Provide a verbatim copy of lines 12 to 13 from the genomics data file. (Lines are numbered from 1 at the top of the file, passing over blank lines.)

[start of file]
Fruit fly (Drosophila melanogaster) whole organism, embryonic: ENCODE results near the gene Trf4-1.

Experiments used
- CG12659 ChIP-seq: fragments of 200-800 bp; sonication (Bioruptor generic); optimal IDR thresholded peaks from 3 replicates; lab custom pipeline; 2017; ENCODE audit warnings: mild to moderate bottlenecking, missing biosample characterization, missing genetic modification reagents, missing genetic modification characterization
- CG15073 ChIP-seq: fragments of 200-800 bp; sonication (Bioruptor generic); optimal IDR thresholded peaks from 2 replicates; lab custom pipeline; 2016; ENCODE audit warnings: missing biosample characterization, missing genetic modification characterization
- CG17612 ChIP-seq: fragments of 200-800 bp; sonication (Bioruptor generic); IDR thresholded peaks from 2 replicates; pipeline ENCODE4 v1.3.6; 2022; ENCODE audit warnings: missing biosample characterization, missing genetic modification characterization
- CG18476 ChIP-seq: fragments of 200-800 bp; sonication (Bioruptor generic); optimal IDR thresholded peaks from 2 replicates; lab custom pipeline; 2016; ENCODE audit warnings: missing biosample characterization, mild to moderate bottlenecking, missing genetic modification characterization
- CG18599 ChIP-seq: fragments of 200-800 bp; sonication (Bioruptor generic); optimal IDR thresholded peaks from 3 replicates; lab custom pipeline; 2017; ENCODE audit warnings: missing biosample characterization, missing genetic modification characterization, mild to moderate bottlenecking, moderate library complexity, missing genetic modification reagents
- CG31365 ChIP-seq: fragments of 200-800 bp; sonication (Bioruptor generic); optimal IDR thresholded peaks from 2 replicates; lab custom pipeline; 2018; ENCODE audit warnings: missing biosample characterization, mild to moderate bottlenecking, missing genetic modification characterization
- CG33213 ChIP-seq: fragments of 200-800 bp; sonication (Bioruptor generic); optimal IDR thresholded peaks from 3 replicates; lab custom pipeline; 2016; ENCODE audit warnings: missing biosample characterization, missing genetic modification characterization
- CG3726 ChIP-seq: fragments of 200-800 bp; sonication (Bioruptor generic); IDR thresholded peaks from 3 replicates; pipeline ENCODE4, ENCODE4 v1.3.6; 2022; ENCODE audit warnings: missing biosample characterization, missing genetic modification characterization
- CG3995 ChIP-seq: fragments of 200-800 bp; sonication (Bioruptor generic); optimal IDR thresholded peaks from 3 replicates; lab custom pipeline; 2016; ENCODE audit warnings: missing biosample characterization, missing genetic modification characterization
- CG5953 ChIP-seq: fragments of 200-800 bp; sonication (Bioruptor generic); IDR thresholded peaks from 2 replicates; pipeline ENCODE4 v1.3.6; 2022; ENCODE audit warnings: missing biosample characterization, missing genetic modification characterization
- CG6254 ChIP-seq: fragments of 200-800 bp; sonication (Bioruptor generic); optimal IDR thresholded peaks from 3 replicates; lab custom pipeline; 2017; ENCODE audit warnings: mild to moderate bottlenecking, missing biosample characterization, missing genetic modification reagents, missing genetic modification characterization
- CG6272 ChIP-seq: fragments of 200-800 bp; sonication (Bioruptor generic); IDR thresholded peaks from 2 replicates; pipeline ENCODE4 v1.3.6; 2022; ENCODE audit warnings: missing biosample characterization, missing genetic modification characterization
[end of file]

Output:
- CG5953 ChIP-seq: fragments of 200-800 bp; sonication (Bioruptor generic); IDR thresholded peaks from 2 replicates; pipeline ENCODE4 v1.3.6; 2022; ENCODE audit warnings: missing biosample characterization, missing genetic modification characterization
- CG6254 ChIP-seq: fragments of 200-800 bp; sonication (Bioruptor generic); optimal IDR thresholded peaks from 3 replicates; lab custom pipeline; 2017; ENCODE audit warnings: mild to moderate bottlenecking, missing biosample characterization, missing genetic modification reagents, missing genetic modification characterization